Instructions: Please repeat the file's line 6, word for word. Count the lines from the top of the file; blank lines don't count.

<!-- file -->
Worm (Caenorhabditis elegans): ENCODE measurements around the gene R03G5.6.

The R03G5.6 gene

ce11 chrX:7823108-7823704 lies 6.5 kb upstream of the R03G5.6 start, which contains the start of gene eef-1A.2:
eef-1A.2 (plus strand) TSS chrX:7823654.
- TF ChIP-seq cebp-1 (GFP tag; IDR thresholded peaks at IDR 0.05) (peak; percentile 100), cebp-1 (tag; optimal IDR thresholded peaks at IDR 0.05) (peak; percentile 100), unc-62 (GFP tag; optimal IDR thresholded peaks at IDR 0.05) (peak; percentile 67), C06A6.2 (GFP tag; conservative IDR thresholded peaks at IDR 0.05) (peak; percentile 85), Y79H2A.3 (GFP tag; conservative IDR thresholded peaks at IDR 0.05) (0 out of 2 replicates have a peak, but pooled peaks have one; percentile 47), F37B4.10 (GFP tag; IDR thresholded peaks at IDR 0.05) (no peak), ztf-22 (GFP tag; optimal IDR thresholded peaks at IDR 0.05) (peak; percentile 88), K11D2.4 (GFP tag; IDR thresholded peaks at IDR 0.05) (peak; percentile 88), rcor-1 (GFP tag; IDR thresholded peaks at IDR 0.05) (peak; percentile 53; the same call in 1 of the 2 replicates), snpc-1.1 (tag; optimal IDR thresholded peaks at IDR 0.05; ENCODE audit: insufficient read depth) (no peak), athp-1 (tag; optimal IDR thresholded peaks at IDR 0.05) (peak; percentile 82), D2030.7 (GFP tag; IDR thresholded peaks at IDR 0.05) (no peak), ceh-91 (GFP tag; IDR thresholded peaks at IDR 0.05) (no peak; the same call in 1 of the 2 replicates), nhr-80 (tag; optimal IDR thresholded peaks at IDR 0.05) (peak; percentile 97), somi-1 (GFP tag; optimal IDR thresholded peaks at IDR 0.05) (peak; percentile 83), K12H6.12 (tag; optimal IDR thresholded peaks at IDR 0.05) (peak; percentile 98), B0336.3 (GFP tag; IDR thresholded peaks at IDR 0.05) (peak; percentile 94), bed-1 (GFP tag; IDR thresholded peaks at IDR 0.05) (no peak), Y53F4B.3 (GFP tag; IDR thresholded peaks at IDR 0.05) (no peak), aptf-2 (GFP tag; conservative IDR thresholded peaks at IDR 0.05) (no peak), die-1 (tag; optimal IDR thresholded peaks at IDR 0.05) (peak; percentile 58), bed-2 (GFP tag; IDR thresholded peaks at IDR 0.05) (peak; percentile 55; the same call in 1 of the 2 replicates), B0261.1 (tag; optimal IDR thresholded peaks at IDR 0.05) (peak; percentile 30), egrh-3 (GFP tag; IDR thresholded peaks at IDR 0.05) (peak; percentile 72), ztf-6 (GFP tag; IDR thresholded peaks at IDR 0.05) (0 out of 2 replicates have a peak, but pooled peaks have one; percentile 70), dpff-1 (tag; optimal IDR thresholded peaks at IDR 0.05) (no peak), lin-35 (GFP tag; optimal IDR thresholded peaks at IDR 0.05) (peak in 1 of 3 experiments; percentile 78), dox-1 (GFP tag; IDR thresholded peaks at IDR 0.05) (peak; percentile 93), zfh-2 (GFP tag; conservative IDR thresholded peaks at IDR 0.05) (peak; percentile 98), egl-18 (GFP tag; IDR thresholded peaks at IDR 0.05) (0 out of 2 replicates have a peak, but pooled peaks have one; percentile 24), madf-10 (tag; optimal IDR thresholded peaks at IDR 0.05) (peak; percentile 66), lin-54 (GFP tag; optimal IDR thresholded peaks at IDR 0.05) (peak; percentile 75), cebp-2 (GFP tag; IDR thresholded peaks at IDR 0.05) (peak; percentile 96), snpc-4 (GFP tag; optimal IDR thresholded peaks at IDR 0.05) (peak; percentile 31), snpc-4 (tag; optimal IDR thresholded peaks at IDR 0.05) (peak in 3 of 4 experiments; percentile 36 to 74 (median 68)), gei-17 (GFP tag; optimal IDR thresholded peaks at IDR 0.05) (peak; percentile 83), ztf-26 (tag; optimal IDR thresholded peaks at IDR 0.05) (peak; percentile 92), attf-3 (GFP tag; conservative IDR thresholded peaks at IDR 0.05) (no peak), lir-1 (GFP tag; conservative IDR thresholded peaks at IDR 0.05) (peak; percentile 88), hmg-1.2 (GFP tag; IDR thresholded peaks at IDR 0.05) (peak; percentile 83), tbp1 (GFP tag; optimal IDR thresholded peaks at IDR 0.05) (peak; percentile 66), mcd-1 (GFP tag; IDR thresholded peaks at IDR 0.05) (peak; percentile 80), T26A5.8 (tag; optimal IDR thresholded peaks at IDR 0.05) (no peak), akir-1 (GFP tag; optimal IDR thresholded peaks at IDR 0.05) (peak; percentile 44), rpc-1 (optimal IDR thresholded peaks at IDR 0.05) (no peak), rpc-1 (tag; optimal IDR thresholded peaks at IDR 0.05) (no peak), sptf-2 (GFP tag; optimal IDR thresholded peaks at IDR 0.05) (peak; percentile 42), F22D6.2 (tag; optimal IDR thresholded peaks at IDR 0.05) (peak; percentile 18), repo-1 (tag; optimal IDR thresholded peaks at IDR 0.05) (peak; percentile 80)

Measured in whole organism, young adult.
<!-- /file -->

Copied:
Measured in whole organism, young adult.